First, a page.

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A retreat into infantilism

Posted by Richard Monday, May 12, 2008 , , , ,

It is not too untoward to suggest that the main front-page headline of a newspaper is a statement. In effect, the editorial staff are telling us that their choice represents what they believe to be the single most important issue of the day.

To see, therefore, the headline in The Times proclaiming: "Blair used wife's grief to protect Iraq strategy" tells you a great deal about the newspaper. In that this inwards-looking, claustrophobic story also represents the typical fare of the British MSM, it also tells you a great deal about the MSM in general and, by inference, the readership which still buys newspapers.

I can write this without any great concern about alienating our British readers. For a little while now, we have been monitoring the location of our "hits" and the sampling indicates that at least 80 percent - probably more - come from overseas (mostly, but not exclusively the United States - see pics). Barring a small but loyal following, our UK hits are minuscule.

That, it seems to me, points to an underlying malaise in British politics and the nation as a whole – although it is always dangerous to generalise. Shorn of any real power, lacking any real purpose and confronted with a dangerous, difficult world – in which our government in Brussels looms every larger – it is as if we have either retreated into ourselves or taken refuge in the domestic tittle-tattle of soap opera politics, rather than face reality.

Interestingly enough, in the same edition of The Times that so enthusiastically embraces the travails of Cherie Blair, Rees Mogg writes of the potential effects of a $200 barrel of oil, which some analysts believe is on its way.

Mogg is so often wrong on so many things that it has become something of a joke, certainly on this blog, that – as a general vade mecum - one can take what he says and expect the opposite.

That said, his general point that politics, in the final analysis, is about economics, stands up well to scrutiny, as does his general thesis in his piece, that the prices of energy and food are vitally important. These he asserts (rightly) will have a deciding effect on our prosperity in the near and mid-term future and, therefore, our voting intentions. "If oil does go to $200 a barrel," writes the great sage, "it will not matter who is leading the Labour Party - the Labour Government will be kaput."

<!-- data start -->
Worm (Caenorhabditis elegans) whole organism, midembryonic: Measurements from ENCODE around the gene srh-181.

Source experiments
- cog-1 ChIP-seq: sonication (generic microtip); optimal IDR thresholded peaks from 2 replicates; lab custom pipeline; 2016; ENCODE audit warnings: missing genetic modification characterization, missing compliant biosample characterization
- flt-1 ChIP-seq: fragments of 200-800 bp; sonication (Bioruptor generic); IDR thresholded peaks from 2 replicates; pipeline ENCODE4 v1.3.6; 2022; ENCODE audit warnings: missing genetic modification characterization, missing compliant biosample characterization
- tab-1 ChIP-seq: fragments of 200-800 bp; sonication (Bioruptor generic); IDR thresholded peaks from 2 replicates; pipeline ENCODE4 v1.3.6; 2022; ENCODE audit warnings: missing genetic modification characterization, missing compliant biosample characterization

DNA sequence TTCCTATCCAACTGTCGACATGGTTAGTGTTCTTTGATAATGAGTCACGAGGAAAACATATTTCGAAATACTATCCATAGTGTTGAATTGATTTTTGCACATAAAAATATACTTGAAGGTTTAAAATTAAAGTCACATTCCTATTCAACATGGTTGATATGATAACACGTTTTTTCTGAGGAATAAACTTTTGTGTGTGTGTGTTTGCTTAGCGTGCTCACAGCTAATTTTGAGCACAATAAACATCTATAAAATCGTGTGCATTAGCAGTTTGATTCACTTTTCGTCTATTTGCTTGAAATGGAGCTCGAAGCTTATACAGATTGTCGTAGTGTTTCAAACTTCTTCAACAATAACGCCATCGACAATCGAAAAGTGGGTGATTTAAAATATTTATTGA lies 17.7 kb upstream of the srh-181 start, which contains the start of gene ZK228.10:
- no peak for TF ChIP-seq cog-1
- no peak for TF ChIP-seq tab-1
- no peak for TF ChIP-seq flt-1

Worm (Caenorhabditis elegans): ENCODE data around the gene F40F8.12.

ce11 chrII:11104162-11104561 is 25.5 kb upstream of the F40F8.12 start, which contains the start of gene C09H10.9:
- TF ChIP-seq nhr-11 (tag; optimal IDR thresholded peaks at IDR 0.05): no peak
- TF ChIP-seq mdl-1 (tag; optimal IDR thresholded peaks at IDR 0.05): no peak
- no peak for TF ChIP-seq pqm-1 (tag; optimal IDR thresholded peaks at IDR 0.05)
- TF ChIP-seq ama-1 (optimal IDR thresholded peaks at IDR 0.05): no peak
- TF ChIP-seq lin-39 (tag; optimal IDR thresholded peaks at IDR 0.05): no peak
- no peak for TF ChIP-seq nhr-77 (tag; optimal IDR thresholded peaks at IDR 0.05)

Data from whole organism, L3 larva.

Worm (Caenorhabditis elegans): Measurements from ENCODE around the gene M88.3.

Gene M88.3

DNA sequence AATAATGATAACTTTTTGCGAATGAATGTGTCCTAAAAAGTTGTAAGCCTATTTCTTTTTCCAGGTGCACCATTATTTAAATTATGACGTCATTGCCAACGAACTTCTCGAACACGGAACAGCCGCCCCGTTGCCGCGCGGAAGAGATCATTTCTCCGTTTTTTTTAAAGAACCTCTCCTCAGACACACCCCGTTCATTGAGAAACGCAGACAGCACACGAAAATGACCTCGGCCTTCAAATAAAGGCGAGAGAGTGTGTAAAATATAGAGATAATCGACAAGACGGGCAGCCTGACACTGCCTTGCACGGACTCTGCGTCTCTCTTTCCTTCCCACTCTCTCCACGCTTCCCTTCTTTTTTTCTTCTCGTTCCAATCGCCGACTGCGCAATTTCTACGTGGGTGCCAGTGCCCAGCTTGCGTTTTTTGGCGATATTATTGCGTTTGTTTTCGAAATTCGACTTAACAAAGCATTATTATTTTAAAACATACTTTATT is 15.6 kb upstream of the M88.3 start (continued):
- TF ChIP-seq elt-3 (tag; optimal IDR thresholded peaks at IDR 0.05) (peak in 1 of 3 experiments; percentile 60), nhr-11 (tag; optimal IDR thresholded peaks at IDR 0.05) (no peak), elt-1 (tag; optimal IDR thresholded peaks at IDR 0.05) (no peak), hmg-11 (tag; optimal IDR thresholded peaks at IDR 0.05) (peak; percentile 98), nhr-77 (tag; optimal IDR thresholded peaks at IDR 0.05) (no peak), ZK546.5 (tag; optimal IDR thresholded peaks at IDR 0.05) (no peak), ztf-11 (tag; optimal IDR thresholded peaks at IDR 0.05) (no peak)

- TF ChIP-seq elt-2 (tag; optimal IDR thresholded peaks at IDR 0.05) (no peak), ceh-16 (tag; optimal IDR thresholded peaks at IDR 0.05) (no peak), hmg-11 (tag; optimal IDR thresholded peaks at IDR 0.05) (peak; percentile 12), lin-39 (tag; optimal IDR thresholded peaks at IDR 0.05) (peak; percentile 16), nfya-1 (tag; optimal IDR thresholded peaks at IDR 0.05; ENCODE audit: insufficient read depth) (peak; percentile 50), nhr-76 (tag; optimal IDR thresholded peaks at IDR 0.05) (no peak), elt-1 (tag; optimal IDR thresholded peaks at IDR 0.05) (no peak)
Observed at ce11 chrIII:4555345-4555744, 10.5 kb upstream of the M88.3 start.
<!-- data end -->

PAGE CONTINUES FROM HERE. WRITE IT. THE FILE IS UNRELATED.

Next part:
The price of food, to give it its due, is the focus of the front page of The Daily Mail which records that: "Millions of families are having to spend almost £1,000 a year extra on food after more punishing price rises."

The annual increase in the price of a basket of essentials, it tells us, surged to 19.1 percent in May, according to the Daily Mail Cost of Living Index. The rate has jumped alarmingly from 15.5 per cent in April – a 3.6 percent rise – and there is no sign of the pressure easing.

At this point, I cannot resist the temptation of reminding readers that this is precisely what we were writing about in February (and many times since, for instance, here), so that while the "real" political blogs were trilling about the latest episodes of the political soap opera, this blog was engaged in the bloody trench warfare that will, in time, come to dominate the political agenda.

Interestingly, The Mail's news puts our overnight post in perspective. Clearly, the Treasury is aware of the significant and potentially dangerous effect of food price inflation, hence Darling's initiative in writing to his EU colleagues. That the Mail does note, recording that:

Chancellor Alistair Darling has called on his EU counterparts to take radical steps on food prices. He wants "fundamental reform" of the controversial Common Agricultural Policy.
But what goes unremarked by the paper – even though it points up that singular truth that everyone seems to want to avoid – is that, at a time when we need most urgently to address such crucial issues as food prices, the UK does not have a food (aka agricultural) policy. This is the sole competence of Brussels so, even though he recognises the growing problem, our Chancellor is entirely in that hands of our central government.

That, in our view, should have been the major issue, not least because, when it comes to any such reforms, the drivers will be the Franco-German axis. And, as we know, they are singing from a different hymnsheet.

This is where we enter really dangerous territory. It is all very well the Conservative groupies trilling about the shape of a future Cameron premiership but, as Darling is well aware, the levers of power needed to address real issues are no longer in the hands of British politicians.

Come what we have come to call the "electorally mandated reshuffle" (aka general election), Mr Cameron will find himself in office but not in power – leaving this British nation the option of further retreating into infantilism or, finally, confronting the reality and doing something about it. Sadly, on current form, it will be the former - although the rumble of empty bellies can do wonders in focusing minds.

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